The Southwestern Historical Quarterly, Volume 95, July 1991 - April, 1992 Page: 280
The following text was automatically extracted from the image on this page using optical character recognition software:
Southwestern Hizstorical Quarterly
The Magnificent Marathon Basn " A History of Marathon, Texas, Its People and Events.
By AnneJo P. Wedin. (Austin: Nortex Press, 1989. Pp. vi+598. Preface, in-
troduction, illustrations, appendices, bibliography, index. $39-95.)
Local history often is preserved through a labor of love for an area and its
people by a longtime resident. Thus is the case with AnneJo P. Wedin and her
book, The Magnificent Marathon Ban. The author collected the material for her
book during the more than sixty years she lived in Marathon, a small town in
eastern Brewster County, Texas. The book is less a comprehensive narrative
history than a compilation of the materials Wedin collected over the years,
slightly edited, and organized chronologically within topics. The result is un-
even, with some people, places, and events receiving thorough coverage and
others receiving little or none.
The first part of the book is a narrative starting with the establishment of
Camp Pefia Colorado in 1879 and the location and naming of the town. Mara-
thon owed its existence first to the military post and later to the railroad that
shipped the cattle from area ranches. The town also flirted over the years with
several unique economic activities, among them guayule rubber, candelilla
wax, and fluorspar. Wedin details all of these activities and more, but she does
not attempt to take the chronological narrative beyond the early years.
Over half the book is made up of family histories, usually written by family
members or friends. The length of these histories does not necessarily reflect
the family's importance to the history of the region as much as it does the indi-
vidual author's knowledge and writing style. They are uneven in style and con-
tent, some containing a wealth of information, others little more than a few
facts. The family histories, and the book as a whole, contain information in
print, or at least easily accessible, for the first time here. That perhaps is the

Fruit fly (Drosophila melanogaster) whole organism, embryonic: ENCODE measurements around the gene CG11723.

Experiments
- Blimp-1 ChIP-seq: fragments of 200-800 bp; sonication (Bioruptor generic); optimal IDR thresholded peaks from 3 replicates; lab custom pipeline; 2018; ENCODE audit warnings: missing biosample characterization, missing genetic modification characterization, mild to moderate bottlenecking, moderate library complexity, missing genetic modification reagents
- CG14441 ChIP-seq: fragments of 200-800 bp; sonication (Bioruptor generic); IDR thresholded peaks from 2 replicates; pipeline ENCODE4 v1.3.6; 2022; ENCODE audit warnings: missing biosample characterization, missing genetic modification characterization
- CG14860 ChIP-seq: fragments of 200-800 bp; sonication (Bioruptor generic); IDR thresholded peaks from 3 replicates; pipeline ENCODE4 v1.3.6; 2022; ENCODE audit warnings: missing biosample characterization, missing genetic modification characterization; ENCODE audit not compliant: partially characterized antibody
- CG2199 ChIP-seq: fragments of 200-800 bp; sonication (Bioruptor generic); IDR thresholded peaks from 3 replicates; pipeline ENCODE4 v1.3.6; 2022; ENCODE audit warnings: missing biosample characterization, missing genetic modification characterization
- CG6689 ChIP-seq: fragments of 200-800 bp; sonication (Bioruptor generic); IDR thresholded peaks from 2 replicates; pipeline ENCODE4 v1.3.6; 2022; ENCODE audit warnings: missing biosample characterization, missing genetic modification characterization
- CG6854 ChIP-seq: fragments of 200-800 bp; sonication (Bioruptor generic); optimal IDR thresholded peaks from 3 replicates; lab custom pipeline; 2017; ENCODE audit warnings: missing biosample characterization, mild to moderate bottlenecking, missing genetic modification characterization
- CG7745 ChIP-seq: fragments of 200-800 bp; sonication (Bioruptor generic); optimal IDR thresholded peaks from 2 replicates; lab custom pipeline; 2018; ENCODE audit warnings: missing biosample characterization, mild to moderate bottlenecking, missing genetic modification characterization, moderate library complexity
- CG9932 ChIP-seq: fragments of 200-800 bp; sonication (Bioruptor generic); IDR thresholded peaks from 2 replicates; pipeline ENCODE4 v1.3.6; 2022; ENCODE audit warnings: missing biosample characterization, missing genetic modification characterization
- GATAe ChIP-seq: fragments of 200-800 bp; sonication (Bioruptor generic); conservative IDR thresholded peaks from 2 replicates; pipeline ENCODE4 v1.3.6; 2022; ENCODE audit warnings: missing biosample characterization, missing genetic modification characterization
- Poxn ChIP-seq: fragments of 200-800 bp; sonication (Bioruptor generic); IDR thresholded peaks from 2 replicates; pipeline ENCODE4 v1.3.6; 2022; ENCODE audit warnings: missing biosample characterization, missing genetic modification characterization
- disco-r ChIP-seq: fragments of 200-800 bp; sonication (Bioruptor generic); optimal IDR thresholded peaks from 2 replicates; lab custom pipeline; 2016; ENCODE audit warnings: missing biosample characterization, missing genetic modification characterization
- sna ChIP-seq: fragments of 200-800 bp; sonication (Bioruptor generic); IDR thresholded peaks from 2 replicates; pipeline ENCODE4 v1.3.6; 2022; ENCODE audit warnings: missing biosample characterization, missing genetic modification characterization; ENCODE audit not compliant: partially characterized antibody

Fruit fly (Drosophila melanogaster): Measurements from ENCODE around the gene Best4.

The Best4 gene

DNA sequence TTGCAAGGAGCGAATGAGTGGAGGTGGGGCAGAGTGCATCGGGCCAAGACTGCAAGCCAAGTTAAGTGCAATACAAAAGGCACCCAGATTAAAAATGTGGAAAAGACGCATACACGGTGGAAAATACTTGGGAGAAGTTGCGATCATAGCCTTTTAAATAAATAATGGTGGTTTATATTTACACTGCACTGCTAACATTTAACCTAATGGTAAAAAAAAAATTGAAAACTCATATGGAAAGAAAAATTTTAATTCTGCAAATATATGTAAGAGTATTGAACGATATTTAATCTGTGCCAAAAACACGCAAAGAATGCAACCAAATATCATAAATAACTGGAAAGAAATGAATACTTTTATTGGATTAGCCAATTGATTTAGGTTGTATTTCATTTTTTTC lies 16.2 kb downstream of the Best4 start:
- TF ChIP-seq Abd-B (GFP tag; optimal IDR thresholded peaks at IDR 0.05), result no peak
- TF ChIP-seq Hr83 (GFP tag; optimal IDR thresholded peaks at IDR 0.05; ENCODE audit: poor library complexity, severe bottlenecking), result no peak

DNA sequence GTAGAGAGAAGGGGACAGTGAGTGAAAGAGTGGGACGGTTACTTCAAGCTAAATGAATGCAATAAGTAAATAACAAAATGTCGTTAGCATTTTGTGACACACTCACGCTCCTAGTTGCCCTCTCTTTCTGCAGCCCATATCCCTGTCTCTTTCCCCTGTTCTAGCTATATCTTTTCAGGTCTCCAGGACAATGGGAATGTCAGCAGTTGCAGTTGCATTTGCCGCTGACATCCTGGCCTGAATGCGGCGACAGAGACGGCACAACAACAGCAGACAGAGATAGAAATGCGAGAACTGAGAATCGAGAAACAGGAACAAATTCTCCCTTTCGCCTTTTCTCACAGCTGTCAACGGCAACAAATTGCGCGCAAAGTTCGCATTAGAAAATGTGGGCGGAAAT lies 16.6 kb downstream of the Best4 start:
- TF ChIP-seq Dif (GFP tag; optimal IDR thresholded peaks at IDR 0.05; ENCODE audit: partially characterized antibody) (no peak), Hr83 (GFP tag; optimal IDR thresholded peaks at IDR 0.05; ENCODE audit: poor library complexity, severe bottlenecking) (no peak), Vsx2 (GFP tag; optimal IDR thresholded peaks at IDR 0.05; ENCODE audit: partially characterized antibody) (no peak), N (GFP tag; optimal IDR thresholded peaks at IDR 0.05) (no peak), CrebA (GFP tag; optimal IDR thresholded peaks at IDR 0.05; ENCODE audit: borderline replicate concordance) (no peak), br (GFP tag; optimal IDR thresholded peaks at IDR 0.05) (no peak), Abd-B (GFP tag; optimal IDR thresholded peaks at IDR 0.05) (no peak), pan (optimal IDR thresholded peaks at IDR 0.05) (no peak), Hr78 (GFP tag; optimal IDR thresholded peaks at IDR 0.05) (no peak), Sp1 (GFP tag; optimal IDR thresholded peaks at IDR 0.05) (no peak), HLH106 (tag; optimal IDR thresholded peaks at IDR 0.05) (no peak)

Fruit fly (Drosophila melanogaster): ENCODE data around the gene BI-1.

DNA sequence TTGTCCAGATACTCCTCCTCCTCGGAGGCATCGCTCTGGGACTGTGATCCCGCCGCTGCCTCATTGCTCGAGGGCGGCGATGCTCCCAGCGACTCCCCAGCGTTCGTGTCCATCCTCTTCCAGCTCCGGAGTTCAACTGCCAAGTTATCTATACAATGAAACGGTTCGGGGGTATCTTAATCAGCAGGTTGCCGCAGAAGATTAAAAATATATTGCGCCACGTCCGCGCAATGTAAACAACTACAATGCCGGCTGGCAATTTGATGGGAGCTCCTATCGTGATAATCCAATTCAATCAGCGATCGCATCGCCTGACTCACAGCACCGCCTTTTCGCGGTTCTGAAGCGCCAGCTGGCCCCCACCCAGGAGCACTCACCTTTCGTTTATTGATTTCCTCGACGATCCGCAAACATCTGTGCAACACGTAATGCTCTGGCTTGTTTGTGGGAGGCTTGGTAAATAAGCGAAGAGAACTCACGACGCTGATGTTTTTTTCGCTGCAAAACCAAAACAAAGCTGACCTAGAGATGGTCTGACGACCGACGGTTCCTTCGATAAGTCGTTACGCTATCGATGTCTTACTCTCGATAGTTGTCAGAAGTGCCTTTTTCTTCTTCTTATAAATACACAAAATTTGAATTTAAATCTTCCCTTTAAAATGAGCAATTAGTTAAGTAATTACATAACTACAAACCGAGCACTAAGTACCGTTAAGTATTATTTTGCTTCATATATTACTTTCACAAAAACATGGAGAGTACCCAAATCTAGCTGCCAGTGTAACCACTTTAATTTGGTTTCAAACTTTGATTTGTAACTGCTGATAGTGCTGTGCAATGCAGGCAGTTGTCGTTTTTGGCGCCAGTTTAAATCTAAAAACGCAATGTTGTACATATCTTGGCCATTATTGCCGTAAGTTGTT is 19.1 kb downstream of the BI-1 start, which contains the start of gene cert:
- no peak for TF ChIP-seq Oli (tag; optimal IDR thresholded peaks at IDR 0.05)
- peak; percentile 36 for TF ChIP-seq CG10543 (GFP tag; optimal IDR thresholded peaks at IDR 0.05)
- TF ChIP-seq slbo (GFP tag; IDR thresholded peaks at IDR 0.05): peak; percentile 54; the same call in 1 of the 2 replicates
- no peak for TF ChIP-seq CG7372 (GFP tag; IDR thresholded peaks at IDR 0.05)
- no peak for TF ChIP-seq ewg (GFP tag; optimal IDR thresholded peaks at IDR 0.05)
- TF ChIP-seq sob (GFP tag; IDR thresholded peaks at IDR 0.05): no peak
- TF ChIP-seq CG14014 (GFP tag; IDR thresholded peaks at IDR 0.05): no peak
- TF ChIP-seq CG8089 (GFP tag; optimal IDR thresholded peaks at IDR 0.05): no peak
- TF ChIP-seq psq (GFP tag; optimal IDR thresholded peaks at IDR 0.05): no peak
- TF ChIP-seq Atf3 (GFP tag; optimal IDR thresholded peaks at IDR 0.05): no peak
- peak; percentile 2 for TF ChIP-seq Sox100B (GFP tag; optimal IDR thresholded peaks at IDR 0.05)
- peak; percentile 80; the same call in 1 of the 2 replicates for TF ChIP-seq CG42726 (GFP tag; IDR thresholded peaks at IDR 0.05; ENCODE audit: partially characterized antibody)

importance of this book-it contains material on the history of the Marathon
Basin that is readily available nowhere else, and that, without Wedin's efforts,
might have been lost.
For a work of local history, published without the backing of a large press,
The Magnificent Maathon Basin is outstanding. It is attractive and relatively easy
to use, with extensive illustrations and a good index. This is not a book to read
so much as a work of reference on a neglected area of West Texas, and as a
reference work it is invaluable.
Sul Ross State Univetstyv JUDITH A. PARSONS
Crockett at Two Hundted: New Pei.spetwes on the Man and the Myth. Edited by
Michael A. Lofaro and Joe Cummings. (Knoxville: University of Ten-
nessee Press, 1989. Pp. xvii+252. Preface, illustrations, acknowledgments,
introduction, bibliography, index. $24.95.)
On August 15, 1986, a group of scholars held a conference at East Tennessee
State University, Johnson City, to celebrate the two-hundredth anniversary of
the birth of the famous frontiersman David Crockett, a native of the state. The
participants focused their attention on Crockett's role as an American folk hero
and discussed the process that turned the man into a mythical figure. They
Here’s what’s next.
This issue can be searched. Note: Results may vary based on the legibility of text within the document.
Tools / Downloads
Get a copy of this page or view the extracted text.
Citing and Sharing
Basic information for referencing this web page. We also provide extended guidance on usage rights, references, copying or embedding.
Reference the current page of this Periodical.
Texas State Historical Association. The Southwestern Historical Quarterly, Volume 95, July 1991 - April, 1992, periodical, 1992; Austin, Texas. (texashistory.unt.edu/ark:/67531/metapth117153/m1/326/?rotate=270: accessed October 17, 2017), University of North Texas Libraries, The Portal to Texas History, texashistory.unt.edu; crediting Texas State Historical Association.